I woke up early to do my practice. Crept downstairs, trying to avoid the squeaky floorboards. Didn’t want to wake either Dave, or incur the wrath of the Russian. I drank hot lemon in the sun-flooded back room… thinking, but what is my practice?
Morning pages may have originated in Dorothea Brande’s brilliant Becoming A Writer (first published in 1934). You wake at the crack of dawn, and proceed DIRECTLY to your writing desk (before your daytime personality, with its inhibitions and doubts, has had a chance to take over). You write anything at all, for three pages, releasing unconscious lunar treasures.
But what if you’re a yogi, and the crack of dawn is the best time to meditate? And, to prepare your body for meditation, you need to do at least 20 minutes of physical practice? I drink my hot lemon and furrow my brow. The Daves will be awake soon. I haven’t got that long. Decide, then!
I unroll my yoga mat, and get going with a sun salute. But then I get a flash of my dream, and I worry that I will forget it again if I don’t scribble it down straightaway. Say if it holds the key to Novel Number 2? I pause in Downward Dog, my mind flitting everywhere. I close my eyes, listen to the sounds, in order to hear the silence between them. The rumble of an aeroplane, he tweet of a bird. A door slamming, the patter of not-so-tiny feet. A collision, a shriek… A Russian roar.
Dorothea Brande believed that anyone could write. Her book unpacks the elitist myths and instils confidence and determination. I love that book. I always wonder, though, when I think of her: how did she feel about not being an acclaimed fiction writer herself? (See also Warts and n All Yogi, re M Scott Peck.)
Later I had a conversation about yoga and creativity with my friend Leonie. We’ve talked about it before: the feeling of yoga encroaching upon valuable art/writing time, of the possibility that it’s an unnecessary distraction. So, combine the two? Make the creative work a spiritual practice. Maybe it already is.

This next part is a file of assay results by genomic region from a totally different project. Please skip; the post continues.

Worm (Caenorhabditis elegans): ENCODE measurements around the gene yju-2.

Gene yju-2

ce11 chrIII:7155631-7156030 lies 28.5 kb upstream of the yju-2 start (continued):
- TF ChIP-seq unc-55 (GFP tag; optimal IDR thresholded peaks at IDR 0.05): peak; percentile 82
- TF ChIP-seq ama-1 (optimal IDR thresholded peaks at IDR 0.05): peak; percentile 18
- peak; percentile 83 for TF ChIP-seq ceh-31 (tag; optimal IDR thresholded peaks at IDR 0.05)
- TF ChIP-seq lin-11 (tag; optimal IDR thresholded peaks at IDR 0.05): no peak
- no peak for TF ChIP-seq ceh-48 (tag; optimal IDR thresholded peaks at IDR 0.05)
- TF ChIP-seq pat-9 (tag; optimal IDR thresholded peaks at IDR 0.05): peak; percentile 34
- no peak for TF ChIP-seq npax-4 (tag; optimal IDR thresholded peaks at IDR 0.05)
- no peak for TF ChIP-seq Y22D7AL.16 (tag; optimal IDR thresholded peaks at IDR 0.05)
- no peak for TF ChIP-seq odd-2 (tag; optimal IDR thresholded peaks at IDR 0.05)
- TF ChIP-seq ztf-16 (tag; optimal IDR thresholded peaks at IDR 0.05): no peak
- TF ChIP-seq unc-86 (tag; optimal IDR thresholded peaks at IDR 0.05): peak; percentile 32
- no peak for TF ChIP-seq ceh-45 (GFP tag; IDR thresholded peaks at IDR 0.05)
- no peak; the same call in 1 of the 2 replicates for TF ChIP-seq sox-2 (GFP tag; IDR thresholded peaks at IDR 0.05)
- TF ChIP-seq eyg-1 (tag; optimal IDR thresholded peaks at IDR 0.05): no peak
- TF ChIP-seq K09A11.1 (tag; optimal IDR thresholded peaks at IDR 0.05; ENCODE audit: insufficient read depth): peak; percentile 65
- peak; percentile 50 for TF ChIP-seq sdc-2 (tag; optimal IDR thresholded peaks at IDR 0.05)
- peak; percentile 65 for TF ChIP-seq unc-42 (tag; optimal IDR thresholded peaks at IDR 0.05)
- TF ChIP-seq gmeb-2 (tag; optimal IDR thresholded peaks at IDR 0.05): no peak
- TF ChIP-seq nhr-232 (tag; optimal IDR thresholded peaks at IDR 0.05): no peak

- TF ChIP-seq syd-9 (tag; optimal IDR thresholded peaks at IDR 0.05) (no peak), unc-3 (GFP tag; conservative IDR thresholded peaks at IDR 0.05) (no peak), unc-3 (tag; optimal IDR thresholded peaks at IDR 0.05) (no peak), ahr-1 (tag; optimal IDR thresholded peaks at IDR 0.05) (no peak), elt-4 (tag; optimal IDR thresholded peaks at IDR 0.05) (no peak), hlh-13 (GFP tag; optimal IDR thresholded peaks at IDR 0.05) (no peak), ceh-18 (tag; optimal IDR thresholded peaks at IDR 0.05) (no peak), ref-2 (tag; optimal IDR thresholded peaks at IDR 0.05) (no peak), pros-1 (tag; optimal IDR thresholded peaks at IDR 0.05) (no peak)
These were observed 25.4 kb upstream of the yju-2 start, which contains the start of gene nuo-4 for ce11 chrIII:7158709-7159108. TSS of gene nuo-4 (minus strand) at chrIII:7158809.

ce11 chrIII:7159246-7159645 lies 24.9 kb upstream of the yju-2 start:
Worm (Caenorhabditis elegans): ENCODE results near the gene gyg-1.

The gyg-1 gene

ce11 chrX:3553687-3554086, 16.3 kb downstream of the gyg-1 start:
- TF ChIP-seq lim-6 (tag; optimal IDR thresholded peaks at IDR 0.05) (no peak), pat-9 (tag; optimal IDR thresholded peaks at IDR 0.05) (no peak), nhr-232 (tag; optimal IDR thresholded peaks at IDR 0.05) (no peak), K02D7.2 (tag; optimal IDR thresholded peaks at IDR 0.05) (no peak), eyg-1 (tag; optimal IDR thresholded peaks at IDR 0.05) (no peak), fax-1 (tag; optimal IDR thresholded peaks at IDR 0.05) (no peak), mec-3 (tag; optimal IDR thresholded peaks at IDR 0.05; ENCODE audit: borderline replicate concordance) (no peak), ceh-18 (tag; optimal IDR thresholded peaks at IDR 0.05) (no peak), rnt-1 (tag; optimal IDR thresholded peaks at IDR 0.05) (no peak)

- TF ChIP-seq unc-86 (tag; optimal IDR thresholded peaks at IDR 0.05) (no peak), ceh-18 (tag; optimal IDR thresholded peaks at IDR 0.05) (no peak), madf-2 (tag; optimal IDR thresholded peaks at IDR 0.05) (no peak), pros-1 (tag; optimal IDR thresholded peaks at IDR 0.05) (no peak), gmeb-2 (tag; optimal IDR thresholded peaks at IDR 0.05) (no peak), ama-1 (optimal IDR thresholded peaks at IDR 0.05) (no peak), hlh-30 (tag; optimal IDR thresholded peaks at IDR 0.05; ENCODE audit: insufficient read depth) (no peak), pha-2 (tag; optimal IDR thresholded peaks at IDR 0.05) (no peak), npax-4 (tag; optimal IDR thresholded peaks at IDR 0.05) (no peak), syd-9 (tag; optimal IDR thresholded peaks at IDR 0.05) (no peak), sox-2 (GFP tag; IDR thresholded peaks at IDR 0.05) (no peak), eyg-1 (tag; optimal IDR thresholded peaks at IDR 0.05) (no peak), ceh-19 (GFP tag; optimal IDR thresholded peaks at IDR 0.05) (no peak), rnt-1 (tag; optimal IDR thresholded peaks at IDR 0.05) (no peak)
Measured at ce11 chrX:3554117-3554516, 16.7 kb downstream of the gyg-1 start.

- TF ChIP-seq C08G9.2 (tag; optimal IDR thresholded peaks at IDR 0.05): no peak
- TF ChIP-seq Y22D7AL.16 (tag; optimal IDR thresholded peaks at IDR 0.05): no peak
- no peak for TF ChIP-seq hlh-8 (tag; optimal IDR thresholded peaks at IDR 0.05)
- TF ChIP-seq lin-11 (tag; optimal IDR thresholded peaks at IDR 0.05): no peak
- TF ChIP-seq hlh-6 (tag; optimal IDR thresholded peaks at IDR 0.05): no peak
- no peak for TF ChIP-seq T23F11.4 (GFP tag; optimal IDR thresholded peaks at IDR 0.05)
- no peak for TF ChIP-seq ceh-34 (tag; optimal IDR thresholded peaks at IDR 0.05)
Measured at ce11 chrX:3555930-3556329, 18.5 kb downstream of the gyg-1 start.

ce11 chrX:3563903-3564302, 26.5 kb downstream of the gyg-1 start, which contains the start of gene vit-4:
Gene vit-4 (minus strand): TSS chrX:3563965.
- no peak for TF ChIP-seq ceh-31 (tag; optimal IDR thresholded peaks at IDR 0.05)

The sutras of Patanjali (CE400) advocate practice (abhyasa): persistent effort, going ever deeper, to attain a state of stable tranquility. Hand-in-hand with abhyasa is vairagya, or non-attachment: no longer thirsting for earthly objects or spiritual attainments; surrendering to what is, letting go. So, together, abhyasa and vairagya are “never give up” and “always let go”. How do they relate to writing a novel? Never give up, yes, fine. Always let go. Tricky. Can success be achieved by, or in spite of, letting go of the desire for it? Leonie said that for her making art isn’t about the outcome, but the doing of the thing. I nod, but I wonder. Would I have written my novel, and could I start my next, if there was no hope of anyone ever reading them? Is my writing practice too tainted with the desperate desire for recognition, fame and fortune to be a spiritual practice?
Then the conversation turned to the warrior Arjuna, and his battlefield qualms, and Krishna talking him back into warrior mode. (See the Baghavad Gita). I couldn’t ever get my head round this. Wasn’t Arjuna right not to want to plunge into battle, wasn’t he being a good pacifist? But then I had a light bulb moment, understanding that to fight that battle was Arjuna’s dharma, his unique purpose, or destiny.
I’ve thought about giving up writing, and my desire to be a published writer, many times. Deciding I could throw myself into my “day job”, get more status, more wealth, and have time for cooking, gardening… yoga. I’ve always had distaste for the concept of the Born Artist, special people, for whom the usual rules don’t apply. But, sitting in Leonie’s kitchen, eating olives, I thought about how I’d never shed the desire, nor given up the activity. Maybe it was my Dharma Code to be a writer! And to go against it would be to go against the very fabric of the cosmos.
I pedalled home, exhilarated. My au pair had picked up the two Daves from school, and the three of them were watching Andy Murray play Kevin Anderson. The washing up still wasn’t done. And the Russian was drinking a beer.
“Have you ever thought about your life’s purpose?”
“My life’s purpose? Oh my god! What are you talking about now?” He took a gulp of beer.
“I was just wondering if you’d ever thought about it. Whether you might be blocked in some way. Resisting your true calling.”
His eyes fixed on the tennis, he shook his head a few times. “There is no such thing as truth. Truth is a fatal delusion.” He crunched his beer can and dropped it on the floor.